The closing gap is not a new phenomenon. 1500s Spain enacted sumptuary laws designed to reinforce the social hierarchy and prevent social climbing; no matter his wealth, a merchant could not wear the same clothes as the poorest of princes. Now, we have not only abolished such laws, we recognize the primacy of the customer’s desire concerning purchases.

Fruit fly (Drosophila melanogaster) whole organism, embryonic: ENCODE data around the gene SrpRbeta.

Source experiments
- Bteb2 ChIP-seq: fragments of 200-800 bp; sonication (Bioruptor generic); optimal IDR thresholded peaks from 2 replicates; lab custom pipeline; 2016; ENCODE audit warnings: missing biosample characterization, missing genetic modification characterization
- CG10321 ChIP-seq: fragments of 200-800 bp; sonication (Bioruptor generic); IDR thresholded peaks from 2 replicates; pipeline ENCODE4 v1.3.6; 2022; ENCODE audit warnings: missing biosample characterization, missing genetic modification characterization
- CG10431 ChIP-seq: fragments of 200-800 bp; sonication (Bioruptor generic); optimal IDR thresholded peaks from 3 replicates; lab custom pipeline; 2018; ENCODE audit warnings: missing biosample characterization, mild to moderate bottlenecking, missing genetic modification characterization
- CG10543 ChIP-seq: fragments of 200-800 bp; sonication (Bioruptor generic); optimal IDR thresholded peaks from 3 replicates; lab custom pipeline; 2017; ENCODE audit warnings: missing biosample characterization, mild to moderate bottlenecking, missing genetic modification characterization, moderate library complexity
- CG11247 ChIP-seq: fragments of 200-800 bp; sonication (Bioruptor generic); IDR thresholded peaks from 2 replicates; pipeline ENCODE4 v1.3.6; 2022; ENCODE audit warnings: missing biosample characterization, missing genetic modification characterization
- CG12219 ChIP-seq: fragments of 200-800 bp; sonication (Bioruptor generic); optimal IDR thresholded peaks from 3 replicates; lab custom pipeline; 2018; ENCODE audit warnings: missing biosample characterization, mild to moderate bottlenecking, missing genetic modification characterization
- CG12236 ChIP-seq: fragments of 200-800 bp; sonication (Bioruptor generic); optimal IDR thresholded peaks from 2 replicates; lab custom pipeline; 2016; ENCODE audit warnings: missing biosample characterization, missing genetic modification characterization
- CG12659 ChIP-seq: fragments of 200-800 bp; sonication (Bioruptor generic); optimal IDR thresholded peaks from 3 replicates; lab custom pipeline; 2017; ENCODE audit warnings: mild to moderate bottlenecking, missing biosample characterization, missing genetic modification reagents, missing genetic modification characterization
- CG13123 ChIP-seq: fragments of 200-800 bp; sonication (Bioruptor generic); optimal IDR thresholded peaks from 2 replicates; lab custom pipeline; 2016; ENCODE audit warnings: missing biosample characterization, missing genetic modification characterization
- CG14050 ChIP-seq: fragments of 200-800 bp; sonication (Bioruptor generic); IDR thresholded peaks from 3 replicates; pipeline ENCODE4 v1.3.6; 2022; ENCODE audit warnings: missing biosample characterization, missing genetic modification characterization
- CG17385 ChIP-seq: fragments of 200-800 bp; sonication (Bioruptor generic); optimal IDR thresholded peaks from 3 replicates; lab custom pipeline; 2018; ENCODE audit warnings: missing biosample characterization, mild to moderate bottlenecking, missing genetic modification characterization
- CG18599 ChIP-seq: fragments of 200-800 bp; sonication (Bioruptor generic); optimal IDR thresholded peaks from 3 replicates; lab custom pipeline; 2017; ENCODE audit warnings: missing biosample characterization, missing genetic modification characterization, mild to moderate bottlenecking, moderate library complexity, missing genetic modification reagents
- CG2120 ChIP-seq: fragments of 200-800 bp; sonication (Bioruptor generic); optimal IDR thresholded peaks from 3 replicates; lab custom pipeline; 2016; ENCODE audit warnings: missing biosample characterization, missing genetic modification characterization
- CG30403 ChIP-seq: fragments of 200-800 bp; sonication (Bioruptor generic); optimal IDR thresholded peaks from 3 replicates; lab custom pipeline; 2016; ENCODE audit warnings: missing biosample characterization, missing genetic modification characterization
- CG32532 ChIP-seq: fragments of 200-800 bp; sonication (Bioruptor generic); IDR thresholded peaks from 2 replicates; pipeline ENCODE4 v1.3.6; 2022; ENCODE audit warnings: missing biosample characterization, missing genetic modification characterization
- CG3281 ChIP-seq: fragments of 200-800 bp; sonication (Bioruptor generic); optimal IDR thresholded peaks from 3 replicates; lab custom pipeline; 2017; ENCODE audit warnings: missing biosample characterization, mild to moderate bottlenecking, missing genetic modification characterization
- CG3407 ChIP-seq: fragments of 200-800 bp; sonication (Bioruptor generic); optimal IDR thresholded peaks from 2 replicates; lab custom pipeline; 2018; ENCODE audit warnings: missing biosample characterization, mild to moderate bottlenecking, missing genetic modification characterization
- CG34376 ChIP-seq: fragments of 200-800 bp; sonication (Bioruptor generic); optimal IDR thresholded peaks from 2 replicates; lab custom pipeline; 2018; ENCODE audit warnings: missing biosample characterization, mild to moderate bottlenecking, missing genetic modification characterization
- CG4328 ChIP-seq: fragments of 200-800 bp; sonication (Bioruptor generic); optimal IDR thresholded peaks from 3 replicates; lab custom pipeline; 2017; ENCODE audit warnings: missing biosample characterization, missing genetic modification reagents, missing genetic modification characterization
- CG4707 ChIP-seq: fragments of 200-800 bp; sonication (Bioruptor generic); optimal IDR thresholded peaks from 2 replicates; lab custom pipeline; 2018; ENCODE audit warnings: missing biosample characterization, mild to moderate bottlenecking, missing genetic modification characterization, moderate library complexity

In the book Deluxe: How Luxury Lost Its Luster, journalist Dana Thomas chronicled how the world of haute couture turned to capitalism to save itself following the Second World War. Realizing that their old clientele had fallen financially during the War, the couture houses began to court the new rising entrepreneurs. Responding to the realization that the post-War generation held little affinity for pre-War couture products, the houses turned out items to suit the new tastes. Starting in the 1980s, many houses began to mass produce some of their items in an effort to meet demand. According to Thomas, this decision was a travesty as it brought “consumerism” to a formally noble profession. Yet this view ignores the beauty of the employment provided to the low-skilled workers in Asia, who could not compete otherwise with the highly-trained European craftsmen, and increased accessibility as mass production lowered prices and meant that by the 1980s, high fashion was affordable to the previously excluded middle-classes.